Studio: international art — 35.1905

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The Lay Figure


“Do you know,” said the Painter, “I have
always envied you architects ? On the principle
that a country which has no history is happy, it has
seemed to me, an outsider, as regards your branch
of art, that the placid life for the last seventy years
or so of your governing body argues an uneventful,
and therefore a happy state of things amongst you.
Think of the storms that have swept over most of
our societies, and sometimes ended in their ship-
wreck, while the Royal Institute of British
Architects, on the other hand, preserves a heavy
dignity of demeanour, almost judicial—indeed,
episcopal, in its solemnity.”

“ Well,” demurred the Sculptor, “ I do not quite
know that. Remember there have been such
things in the architectural world as the ‘ Battle of
the Styles.’ ”

“ Quite so,” said the Architect. “ I think the
Painter’s congratulations are not deserved. For
we have only just heard the echoes of the noise
of a keenly-contested election die away. We have
been in the throes of a discussion and a fight that
have marshalled all of us architects as combatants
on one side or the other.”

“We have enquiring minds,” pleaded the
Sculptor, “ and would say to the architect, like the
pertinacious Peterkin, ‘ Now, tell us all about the
war, And what they killed each other for.’ ”

“ Well, to put it shortly, the question at issue—
a very important one—was whether the legislature
shall be asked to require that in future no one
shall be allowed to call himself, and to practise as,
an architect without passing a compulsory exami-

“ And a jolly good thing, too ! ” exclaimed the

“ May I ask why ? ”

“ Well, I should think that whenever you take
your walks abroad you see, in town as in country,
plenty of reason for wanting some winnowing
process to prevent the ignorant man from trading
as an architect. Surely the unlearned blatancy of
our city buildings and the cheap and-nastiness of
our suburban houses both shriek out at us for

“And now,” the Architect demanded, “tell us
how you mean to bring about that reform.”

“ I will. Insist on a man’s being properly
qualified before he practises as an architect.”

“What are your qualifications, if you please ? ”

“ Well, broadly speaking, they mean, first,
competency in construction, and secondly, ability
in design.”

“In other words, the man you ask to build
your house must be a practical man, and also an

“ Exactly so.”

“ Well, then, let us take the second of these first.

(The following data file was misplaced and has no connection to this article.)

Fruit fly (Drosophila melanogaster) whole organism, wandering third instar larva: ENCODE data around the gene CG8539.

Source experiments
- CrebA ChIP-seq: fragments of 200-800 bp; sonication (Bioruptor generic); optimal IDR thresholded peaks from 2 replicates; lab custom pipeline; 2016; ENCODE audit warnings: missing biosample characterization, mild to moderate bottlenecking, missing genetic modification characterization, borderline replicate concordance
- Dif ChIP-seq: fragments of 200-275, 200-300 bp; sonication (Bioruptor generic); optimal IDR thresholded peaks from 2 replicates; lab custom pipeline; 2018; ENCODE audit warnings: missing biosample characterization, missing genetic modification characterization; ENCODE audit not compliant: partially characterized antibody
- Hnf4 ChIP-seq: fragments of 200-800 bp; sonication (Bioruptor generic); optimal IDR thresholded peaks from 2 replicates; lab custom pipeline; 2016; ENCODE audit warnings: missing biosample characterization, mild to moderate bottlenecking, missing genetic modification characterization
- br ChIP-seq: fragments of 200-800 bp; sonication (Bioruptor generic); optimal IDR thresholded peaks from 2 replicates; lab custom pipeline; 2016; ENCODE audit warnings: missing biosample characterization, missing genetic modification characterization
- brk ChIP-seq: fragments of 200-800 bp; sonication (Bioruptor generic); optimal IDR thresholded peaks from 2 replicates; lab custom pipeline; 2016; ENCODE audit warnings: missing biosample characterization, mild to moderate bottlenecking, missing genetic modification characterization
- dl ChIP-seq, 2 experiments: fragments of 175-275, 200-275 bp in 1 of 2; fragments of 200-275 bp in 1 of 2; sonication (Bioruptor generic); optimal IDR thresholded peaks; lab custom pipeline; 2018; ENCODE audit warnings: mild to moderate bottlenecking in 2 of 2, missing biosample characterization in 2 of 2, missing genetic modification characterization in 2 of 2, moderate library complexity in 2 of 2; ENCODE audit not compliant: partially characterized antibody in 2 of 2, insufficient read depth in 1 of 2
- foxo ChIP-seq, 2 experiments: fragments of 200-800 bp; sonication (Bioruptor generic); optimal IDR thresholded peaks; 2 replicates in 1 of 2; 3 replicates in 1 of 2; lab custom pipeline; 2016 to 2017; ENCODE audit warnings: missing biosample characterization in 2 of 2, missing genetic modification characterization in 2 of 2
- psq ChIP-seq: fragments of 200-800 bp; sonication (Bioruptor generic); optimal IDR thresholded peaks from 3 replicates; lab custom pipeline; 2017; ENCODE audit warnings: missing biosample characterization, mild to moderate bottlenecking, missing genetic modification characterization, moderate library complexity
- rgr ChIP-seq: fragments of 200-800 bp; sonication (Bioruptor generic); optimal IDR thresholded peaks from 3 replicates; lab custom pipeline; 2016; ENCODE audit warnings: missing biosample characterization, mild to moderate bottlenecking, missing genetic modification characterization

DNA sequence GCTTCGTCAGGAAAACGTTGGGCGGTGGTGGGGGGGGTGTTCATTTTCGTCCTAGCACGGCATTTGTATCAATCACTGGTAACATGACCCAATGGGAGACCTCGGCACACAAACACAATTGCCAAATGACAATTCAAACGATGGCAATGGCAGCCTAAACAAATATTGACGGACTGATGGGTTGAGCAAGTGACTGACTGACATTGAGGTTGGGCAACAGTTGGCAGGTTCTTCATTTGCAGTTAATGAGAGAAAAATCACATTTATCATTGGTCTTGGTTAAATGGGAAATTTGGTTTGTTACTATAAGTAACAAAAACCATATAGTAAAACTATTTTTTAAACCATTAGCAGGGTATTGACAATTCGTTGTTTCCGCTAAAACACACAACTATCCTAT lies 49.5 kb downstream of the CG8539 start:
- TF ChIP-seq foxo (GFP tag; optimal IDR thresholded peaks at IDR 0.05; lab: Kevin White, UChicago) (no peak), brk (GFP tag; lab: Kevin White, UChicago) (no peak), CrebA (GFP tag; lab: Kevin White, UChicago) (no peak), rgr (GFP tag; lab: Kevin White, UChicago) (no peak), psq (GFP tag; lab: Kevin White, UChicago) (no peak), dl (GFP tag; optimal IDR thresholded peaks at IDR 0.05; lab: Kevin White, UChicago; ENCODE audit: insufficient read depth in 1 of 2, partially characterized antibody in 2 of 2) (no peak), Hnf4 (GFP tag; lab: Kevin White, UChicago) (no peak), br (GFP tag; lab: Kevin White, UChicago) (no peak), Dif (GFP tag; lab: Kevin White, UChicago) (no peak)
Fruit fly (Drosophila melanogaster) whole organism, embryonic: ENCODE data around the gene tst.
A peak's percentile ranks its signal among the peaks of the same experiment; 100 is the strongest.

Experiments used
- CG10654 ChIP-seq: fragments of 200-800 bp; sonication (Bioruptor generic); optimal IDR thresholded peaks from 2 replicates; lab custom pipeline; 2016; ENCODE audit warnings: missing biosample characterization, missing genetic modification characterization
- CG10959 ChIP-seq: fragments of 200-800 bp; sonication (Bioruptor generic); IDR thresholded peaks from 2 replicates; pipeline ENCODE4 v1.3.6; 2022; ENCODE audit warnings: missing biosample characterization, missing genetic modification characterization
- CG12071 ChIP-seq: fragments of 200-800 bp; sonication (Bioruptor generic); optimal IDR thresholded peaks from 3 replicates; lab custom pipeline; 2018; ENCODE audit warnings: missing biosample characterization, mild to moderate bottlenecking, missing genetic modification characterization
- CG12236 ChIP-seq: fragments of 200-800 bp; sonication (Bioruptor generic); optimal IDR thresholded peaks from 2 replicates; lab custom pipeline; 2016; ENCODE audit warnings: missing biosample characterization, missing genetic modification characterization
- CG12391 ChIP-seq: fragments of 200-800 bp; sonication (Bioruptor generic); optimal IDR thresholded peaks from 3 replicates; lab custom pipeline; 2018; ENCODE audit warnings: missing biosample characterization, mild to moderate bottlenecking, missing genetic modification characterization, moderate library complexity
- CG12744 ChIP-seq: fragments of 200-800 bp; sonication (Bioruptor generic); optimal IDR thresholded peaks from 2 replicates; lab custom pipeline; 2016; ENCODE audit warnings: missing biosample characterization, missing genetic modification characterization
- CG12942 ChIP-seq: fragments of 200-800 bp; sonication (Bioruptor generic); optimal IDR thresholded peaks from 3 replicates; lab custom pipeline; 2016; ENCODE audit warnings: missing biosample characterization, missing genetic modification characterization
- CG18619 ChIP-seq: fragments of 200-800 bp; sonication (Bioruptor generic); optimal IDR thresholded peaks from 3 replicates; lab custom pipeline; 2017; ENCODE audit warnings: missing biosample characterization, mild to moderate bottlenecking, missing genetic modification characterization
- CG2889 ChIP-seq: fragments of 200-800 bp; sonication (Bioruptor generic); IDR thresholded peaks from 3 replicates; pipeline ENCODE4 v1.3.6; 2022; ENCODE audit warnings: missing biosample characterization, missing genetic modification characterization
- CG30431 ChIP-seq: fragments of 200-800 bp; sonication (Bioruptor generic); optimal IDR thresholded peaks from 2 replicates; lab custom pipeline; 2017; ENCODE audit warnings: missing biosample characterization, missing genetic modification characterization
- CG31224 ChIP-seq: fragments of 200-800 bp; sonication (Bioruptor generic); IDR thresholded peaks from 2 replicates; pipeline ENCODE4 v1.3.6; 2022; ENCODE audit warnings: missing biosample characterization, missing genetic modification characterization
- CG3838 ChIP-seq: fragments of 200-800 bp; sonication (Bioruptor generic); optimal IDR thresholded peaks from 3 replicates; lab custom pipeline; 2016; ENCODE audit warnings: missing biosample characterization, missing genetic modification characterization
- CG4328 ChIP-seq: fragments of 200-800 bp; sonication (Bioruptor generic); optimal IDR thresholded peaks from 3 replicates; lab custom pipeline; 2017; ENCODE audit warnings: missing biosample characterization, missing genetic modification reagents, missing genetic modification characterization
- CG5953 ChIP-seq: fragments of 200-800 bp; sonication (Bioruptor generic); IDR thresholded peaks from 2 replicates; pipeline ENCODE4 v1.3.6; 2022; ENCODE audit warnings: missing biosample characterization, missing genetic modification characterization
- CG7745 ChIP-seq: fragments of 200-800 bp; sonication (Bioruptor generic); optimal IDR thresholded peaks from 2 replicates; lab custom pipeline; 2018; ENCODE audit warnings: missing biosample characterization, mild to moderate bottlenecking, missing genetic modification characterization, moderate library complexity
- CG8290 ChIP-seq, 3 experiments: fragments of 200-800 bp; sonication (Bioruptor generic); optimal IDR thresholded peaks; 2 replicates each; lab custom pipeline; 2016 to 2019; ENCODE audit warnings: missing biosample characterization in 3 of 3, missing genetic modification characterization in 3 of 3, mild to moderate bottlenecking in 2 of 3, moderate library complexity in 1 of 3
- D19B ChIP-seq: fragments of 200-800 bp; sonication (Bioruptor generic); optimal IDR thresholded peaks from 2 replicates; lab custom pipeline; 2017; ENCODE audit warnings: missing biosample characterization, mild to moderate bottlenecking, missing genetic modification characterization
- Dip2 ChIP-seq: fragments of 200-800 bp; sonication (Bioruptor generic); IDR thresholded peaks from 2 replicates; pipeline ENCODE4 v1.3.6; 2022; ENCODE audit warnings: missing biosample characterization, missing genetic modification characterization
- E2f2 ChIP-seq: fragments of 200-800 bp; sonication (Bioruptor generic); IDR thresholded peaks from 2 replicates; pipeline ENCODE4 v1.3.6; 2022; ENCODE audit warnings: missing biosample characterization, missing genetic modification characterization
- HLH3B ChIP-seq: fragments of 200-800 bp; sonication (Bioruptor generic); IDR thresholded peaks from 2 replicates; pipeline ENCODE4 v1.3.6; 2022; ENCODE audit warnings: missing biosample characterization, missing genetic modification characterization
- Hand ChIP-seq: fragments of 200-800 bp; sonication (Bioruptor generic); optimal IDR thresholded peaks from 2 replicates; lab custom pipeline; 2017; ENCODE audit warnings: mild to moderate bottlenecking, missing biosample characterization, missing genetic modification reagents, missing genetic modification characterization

Now let me ask you if you do not openly avow
yourself an artist ? ”

“ Well, I do.”

“Then you also, no doubt, have certain creden-
tials substantiating your claim—say the passing of
an examination ? Something analogous to, though
naturally different in detail from, that you wish to
impose on us other artists.”

“ No, of course not.”

The Architect turned to the Sculptor :

“ And what about your examination ? ”

“ Never had one in my life.”

“ I am sorry to be so Socratic in my method 01
getting at my point. But, at all events, I have got
here, that you the Painter, and you the Sculptor,
have, qua artist, no examination, no registration,
by Act of Parliament or otherwise ? Yet you both
consider that the Architect, and he alone of us
three, ought to have a licence or a diploma of an
obligatory kind ! ”

“ I see your point,” said the Sculptor. “ It is
that you, an architect, feel that with regard to
yourself as artist an examination-test would be
futile, as it would be in the case of us other artists
from whom no one dreams of demanding it. And
you think we should all be content if we might rely
on an architect’s construction being sound, on his
knowing good materials from bad, and an exorbitant
price from a fair one ? ”

“ Yes,” said the Painter, “ I will look after his
art qualifications, and take very good care not to
go to a man from whom I do not expect to get the
artistic result I want.”

“ Well,” said the Architect, “ you both under-
stand my point of view as regards an examination.
And as to the broad question of Registration, I
think you would find most of the recently-elected
Council, on whom their opponents have affixed the
label ‘ Non-Registrationist,’ disown it. A large
majority of them would frankly own themselves
to be pledged neither for nor against. And the
rank and file of the R.I.B.A. members them-
selves have only said in electing them—Not the
proposed Bill, and, most decidedly, not last year’s

The Lay Figure.
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